Az elektromos töltés és a spin az elektron intrinsic komponensei, kivéve -az elmélet szerint- az egydimenziós szilárdtestekben (vékony drót, nanotubes), ahol a rendszer elektronjainak kollektív gerjesztése két új részecske megjelenéséhez vezet, amit spinonnak és holonnak neveztek el. A spinon hordozza az elektron spin tulajdonságát míg a holon az elektron elektromos töltés tulajdonságát tartalmazza valamint ezt elkülönült és független létezőként teszi.
In one-dimensional electron systems, theory predicts that collective excitations of electrons produce, instead of the quasiparticles in ordinary Fermi liquids, two new particles known as 'spinons' and 'holons'. Unlike ordinary quasiparticles, these particles surprisingly do not carry the spin and charge information of electrons together. Instead, they carry spin and charge information separately and independently. This novel and exotic phenomenon was predicted theoretically decades ago and is commonly known as spin-charge separation. An experimental observation of spin-charge separation, thus spinons and holons, would mean a completely new paradigm for the physics of electron systems where the electrons have been 'fractionalized'.
In a paper published in the June 2006 issue of the journal Nature-Physics, researchers have reported the observation of distinct spinon and holon spectral signals in one-dimensional samples of copper oxide SrCuO2 , using the technique known as ARPES, for angle-resolved photoemission spectroscopy.
There have been claims of observing the two peak spectral structures of spin-charge separation in the past, but they turned out to be wrong or have plenty of ambiguity. This was primarily because those results were obtained from complicated materials and were not theoretically backed up," said Kim, who has spent several years investigating the spin-charge separation phenomenon. "Our observations using ARPES are direct and the results are unambiguous because they were obtained from a simple material that left little room for misinterpretation. Also, our results are theoretically backed up.
The idea behind spin-charge separation is that electrons behave differently when their range of motion is restricted to a single dimension, as opposed to three or even two dimensions. When moving through one dimension, for example, the electrons are lined up head-to-tail, making the repulsive force between their negative electrical charges overridingly dominant. The restricted movement of electrons through one-dimensional material was expected to give rise to collective effects that would be strong enough to break the information flow of spin and charge from a single electron.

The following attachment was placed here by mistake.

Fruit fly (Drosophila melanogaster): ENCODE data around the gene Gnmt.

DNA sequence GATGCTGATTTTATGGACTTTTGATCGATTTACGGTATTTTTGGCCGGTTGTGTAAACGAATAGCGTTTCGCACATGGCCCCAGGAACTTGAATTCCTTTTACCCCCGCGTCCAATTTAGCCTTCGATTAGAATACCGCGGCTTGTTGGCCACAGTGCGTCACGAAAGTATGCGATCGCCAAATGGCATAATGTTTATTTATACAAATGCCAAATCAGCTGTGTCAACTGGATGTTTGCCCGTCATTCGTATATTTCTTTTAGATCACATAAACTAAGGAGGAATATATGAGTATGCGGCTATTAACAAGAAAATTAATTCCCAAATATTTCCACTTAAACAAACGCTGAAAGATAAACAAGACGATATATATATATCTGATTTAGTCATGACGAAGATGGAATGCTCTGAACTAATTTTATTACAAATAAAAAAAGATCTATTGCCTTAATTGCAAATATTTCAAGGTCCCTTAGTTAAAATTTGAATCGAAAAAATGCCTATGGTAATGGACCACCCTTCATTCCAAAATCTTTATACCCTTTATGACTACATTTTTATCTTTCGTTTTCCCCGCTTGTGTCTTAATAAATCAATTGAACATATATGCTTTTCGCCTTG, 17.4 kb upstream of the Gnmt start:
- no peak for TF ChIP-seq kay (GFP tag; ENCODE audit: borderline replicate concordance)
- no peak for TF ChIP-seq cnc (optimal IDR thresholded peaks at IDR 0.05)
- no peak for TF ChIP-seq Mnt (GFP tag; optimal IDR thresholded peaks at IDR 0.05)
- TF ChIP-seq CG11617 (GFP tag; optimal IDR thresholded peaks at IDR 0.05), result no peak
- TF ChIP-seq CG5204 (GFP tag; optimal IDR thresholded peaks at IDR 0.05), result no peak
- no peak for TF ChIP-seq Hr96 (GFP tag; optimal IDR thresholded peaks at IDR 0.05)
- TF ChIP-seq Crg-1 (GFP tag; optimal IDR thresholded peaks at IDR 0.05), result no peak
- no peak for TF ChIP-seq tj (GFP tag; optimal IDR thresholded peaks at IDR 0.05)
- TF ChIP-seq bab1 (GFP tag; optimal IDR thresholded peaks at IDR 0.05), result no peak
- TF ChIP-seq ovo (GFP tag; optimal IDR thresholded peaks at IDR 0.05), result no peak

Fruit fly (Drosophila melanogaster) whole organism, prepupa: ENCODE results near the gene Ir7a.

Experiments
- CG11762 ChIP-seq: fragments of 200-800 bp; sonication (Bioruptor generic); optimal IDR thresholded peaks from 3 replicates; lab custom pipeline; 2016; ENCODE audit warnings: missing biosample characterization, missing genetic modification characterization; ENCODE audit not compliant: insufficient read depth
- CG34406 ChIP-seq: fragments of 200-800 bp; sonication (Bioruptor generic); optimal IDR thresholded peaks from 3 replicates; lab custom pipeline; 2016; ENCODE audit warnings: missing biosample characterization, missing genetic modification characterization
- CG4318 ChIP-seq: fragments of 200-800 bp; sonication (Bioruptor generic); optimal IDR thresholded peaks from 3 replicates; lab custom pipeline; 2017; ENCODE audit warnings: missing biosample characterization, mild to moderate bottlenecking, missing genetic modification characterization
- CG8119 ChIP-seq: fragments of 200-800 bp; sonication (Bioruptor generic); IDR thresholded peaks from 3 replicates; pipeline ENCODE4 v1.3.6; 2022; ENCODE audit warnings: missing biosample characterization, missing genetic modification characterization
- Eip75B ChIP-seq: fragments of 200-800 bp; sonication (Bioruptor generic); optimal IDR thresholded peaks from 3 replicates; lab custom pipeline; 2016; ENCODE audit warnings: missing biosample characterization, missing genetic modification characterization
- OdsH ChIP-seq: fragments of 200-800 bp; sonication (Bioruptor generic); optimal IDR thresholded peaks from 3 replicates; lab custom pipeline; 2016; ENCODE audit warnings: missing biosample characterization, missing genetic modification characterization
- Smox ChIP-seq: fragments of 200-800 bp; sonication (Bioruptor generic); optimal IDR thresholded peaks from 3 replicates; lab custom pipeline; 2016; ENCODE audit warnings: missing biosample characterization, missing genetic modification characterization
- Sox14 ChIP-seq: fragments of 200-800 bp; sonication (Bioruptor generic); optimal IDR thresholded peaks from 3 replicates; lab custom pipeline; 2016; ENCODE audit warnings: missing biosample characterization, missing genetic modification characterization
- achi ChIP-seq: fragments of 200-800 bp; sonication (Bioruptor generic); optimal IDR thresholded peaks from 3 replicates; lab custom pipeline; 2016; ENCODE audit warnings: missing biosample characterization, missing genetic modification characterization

ARPES is an excellent tool for observing spin-charge separation and other collective effects involving electrons. In this technique, x-rays are flashed on a sample causing electrons to be emitted through the photoelectric effect. Measuring the kinetic energy of emitted electrons and the angles at which they are ejected identifies their velocity and scattering rates. This in turn yields a detailed picture of the electron energy spectrum. Ordinarily, the removal of an electron from a crystal creates a hole, a vacant positively-charged energy space. This hole carries information on both the spin and the charge, as observed in a single peak of an ARPES spectrum. If spin-charge separation occurs, the hole decays into a spinon and a holon and two peaks in the ARPES spectrum are observed.
ALS Beamline 7.0.1 utilizes a state-of-the-art undulator magnetic insertion device to generate beams of x-rays with properties similar to that of a laser. These coherent and tunable x-ray beams are a hundred million times brighter than those from the best x-ray tubes and provide an exceptionally high degree of angular resolution for ARPES experiments.
Said Rotenberg, who manages the beamline and oversees research at the ESF experimental station, "At the ESF we have the advantage of being able to survey relatively large amounts of reciprocal space to locate where the interesting correlated effects are occurring. Our data not only shows a clear separation of ARPES spectral peaks, it can also be compared to theory to obtain spectral functions, which, in principle, can provide detailed information about the dynamics of spinons and holons."
High-temperature superconducting copper oxides, or cuprates, with their ability to lose all electrical resistance at transition temperatures far above those of metal superconductors, have become valuable tools for research even though scientists still do not know why they work. Central to many of the leading theories that attempt to explain high-temperature superconductivity in cuprates is the existence of spin-charge separation in one-dimensional systems.
Another area in which spinons and holons could play an important role is in the development of nanowires, one-dimensional hollow tubes through which the movement of electrons is so constrained that quantum effects dominate.
Nanowires are expected to be key components in future nanotechnologies, including optoelectronics, biochemical sensing, and thermoelectrics.
Said Rotenberg, "The transport of electrons through nanowires will be subject to spin-charge separation and it will be very helpful to have experimental as well as theoretical understanding of this phenomenon as nanowire technology advances."
Holon-spinon, Holon-spinon, Spinon
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